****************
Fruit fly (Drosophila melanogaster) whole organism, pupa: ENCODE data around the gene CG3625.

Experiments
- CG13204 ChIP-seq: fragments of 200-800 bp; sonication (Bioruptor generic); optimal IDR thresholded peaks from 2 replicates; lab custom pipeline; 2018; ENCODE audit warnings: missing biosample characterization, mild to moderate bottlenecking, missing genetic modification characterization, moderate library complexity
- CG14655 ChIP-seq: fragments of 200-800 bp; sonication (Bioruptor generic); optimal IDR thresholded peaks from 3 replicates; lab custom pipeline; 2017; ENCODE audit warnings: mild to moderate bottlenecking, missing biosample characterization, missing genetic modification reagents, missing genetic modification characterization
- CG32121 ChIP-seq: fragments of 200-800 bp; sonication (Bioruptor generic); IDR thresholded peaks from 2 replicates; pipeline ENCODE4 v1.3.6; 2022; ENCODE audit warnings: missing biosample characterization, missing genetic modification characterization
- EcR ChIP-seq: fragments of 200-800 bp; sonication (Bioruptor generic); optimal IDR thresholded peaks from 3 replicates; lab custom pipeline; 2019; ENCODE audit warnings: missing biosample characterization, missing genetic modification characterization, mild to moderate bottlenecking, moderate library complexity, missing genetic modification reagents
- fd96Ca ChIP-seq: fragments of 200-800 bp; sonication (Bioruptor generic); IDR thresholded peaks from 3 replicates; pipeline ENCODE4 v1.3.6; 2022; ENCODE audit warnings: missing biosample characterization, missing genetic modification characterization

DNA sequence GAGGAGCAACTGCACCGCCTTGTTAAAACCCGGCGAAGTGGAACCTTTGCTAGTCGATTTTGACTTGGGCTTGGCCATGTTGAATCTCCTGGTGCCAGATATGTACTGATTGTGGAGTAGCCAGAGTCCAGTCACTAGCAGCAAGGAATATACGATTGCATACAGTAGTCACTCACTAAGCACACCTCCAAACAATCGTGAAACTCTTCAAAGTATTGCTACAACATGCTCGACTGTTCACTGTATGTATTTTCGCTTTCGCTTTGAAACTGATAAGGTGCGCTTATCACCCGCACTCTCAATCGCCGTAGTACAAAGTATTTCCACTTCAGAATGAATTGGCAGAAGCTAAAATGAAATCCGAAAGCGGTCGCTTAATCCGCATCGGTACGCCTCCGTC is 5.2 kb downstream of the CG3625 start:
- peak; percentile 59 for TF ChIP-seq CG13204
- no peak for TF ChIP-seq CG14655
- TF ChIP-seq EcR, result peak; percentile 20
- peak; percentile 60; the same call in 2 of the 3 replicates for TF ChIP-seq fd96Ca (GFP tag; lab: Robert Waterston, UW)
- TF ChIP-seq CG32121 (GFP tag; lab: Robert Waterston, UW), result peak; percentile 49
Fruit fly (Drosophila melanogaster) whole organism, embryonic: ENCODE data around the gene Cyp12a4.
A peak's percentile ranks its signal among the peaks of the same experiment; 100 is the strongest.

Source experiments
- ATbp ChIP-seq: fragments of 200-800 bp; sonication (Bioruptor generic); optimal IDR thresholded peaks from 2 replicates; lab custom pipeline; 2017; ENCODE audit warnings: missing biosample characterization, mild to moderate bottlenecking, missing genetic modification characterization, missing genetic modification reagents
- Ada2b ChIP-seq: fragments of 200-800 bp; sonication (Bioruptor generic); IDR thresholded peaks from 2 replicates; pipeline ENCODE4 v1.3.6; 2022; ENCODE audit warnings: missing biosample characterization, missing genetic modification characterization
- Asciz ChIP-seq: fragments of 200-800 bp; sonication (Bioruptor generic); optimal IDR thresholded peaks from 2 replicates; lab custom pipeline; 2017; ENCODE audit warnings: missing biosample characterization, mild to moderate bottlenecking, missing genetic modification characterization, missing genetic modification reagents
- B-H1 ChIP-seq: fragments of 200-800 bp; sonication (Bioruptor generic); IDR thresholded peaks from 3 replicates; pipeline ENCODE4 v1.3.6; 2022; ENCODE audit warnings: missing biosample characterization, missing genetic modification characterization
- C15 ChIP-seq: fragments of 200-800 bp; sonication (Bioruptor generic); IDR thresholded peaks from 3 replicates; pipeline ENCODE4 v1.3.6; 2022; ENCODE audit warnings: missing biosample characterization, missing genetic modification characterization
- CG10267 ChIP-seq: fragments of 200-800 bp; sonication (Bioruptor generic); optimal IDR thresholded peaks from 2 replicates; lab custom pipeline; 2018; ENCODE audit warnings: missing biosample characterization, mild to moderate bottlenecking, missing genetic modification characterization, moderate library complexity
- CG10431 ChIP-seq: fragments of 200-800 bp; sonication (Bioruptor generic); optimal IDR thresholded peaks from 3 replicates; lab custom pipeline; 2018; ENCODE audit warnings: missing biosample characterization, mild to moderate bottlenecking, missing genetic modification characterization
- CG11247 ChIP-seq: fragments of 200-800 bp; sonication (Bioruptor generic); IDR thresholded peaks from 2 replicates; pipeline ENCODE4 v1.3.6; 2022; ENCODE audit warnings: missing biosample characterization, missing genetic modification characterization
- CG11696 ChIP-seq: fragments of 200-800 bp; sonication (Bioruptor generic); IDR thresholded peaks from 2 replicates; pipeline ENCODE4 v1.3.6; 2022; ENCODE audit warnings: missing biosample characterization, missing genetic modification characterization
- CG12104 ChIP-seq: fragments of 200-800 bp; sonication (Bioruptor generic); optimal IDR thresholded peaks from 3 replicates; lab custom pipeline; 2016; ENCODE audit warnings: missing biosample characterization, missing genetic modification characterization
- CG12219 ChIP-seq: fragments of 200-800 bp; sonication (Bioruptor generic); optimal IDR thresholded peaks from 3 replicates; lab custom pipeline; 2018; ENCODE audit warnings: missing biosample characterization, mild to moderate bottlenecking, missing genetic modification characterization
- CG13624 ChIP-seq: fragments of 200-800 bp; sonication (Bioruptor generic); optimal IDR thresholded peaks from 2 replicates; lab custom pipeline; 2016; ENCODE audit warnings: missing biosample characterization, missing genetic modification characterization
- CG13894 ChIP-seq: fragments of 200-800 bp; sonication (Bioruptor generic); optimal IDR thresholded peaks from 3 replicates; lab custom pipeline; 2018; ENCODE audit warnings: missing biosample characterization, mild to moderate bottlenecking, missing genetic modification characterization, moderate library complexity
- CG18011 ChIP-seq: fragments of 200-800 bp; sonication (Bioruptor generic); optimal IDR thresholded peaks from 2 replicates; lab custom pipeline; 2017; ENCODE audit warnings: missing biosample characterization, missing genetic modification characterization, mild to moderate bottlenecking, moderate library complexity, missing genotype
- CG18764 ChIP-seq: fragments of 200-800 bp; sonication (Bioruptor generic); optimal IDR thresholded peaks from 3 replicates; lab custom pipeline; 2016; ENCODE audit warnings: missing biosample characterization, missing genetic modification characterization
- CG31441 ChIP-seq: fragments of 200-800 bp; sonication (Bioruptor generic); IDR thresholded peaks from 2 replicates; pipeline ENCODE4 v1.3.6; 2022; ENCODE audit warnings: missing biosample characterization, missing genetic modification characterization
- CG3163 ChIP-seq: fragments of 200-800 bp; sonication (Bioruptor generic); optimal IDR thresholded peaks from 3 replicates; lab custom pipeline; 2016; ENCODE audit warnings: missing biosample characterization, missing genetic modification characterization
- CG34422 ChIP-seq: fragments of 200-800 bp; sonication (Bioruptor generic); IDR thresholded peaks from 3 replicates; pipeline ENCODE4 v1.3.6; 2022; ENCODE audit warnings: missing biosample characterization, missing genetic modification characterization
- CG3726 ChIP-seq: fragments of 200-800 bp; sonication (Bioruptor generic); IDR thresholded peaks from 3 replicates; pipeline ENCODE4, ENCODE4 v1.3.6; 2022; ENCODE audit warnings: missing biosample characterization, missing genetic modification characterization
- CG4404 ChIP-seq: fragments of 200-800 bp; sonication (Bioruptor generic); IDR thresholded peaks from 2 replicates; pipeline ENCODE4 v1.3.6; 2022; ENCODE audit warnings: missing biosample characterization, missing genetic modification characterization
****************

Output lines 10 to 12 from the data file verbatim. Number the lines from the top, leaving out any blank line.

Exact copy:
- no peak for TF ChIP-seq CG14655
- TF ChIP-seq EcR, result peak; percentile 20
- peak; percentile 60; the same call in 2 of the 3 replicates for TF ChIP-seq fd96Ca (GFP tag; lab: Robert Waterston, UW)